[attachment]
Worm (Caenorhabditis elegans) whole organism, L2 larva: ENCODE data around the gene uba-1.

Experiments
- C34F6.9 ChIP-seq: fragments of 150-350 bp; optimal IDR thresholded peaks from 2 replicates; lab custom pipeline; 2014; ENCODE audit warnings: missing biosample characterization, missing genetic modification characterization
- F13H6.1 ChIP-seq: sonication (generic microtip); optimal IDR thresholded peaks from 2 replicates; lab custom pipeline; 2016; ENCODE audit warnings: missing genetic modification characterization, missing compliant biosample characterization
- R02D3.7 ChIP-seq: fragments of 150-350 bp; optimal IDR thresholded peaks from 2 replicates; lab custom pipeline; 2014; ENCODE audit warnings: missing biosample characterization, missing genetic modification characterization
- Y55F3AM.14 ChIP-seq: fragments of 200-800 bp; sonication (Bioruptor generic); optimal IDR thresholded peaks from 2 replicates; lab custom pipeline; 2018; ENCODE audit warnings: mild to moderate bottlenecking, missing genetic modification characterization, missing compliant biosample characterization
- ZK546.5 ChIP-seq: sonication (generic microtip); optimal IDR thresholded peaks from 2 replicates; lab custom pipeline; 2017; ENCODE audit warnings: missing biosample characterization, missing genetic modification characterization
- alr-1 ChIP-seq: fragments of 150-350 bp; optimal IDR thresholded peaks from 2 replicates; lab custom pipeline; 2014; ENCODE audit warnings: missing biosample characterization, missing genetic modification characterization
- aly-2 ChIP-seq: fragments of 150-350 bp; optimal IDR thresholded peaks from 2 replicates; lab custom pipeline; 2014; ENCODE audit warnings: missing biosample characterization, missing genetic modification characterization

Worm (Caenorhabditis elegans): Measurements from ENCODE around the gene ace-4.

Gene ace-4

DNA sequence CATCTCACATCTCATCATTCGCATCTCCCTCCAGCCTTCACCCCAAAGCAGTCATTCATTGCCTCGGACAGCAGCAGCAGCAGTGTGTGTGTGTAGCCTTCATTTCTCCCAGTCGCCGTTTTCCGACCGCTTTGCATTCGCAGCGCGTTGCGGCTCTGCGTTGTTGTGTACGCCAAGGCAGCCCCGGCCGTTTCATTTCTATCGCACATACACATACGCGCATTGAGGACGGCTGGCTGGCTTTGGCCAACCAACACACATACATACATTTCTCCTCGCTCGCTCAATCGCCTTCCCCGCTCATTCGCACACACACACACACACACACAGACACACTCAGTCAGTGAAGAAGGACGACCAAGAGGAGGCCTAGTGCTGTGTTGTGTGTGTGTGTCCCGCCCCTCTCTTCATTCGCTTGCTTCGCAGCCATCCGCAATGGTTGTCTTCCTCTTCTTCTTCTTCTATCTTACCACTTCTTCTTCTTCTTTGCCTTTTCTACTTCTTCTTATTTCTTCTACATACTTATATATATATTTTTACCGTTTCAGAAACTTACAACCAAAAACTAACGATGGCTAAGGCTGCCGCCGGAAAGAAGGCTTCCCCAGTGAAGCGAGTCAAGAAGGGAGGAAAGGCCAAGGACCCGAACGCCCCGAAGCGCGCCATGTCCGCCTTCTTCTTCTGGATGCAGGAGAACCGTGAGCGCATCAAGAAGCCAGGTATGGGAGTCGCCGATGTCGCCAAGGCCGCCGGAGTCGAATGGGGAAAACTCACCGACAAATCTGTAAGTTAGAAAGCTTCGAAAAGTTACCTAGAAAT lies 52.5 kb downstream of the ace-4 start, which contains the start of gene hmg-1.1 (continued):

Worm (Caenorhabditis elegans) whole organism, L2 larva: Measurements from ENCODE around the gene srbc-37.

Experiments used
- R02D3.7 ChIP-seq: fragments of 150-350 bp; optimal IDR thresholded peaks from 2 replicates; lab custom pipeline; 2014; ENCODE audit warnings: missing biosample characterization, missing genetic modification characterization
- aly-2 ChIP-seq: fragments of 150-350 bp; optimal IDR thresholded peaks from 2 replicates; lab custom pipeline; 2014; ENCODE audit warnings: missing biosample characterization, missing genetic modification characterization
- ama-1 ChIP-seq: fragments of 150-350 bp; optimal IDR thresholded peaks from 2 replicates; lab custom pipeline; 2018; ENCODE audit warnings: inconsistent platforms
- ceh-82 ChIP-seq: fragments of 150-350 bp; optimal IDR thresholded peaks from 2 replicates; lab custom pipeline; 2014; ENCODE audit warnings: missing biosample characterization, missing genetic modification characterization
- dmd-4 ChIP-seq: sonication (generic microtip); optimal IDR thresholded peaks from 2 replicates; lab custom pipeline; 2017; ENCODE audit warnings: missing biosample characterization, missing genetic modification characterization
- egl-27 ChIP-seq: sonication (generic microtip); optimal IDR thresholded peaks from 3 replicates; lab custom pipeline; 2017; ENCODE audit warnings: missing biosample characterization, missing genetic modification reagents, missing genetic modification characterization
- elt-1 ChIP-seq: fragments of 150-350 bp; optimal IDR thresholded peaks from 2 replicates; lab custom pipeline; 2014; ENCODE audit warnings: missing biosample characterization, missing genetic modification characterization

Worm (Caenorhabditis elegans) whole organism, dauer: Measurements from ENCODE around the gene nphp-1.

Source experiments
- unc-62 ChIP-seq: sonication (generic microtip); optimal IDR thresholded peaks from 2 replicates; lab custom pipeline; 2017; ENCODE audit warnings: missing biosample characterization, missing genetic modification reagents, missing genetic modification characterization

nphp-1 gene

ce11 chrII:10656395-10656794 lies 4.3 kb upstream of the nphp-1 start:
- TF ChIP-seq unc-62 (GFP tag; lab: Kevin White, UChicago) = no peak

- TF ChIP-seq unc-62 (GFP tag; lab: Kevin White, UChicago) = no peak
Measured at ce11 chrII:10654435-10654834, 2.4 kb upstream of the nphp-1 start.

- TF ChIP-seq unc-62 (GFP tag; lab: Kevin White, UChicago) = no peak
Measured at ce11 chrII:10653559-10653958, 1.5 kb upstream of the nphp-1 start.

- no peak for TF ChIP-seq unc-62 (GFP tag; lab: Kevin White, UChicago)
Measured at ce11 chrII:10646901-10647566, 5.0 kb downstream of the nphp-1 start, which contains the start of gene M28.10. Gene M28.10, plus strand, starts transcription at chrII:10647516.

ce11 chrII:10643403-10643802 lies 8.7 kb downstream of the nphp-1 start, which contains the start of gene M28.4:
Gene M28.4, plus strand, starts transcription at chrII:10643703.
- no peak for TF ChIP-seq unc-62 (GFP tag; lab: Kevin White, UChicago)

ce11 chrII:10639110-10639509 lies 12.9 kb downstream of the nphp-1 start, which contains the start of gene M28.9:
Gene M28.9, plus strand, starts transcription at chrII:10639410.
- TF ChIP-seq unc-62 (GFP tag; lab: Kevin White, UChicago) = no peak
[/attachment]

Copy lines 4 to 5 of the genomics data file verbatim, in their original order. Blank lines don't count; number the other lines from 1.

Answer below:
- F13H6.1 ChIP-seq: sonication (generic microtip); optimal IDR thresholded peaks from 2 replicates; lab custom pipeline; 2016; ENCODE audit warnings: missing genetic modification characterization, missing compliant biosample characterization
- R02D3.7 ChIP-seq: fragments of 150-350 bp; optimal IDR thresholded peaks from 2 replicates; lab custom pipeline; 2014; ENCODE audit warnings: missing biosample characterization, missing genetic modification characterization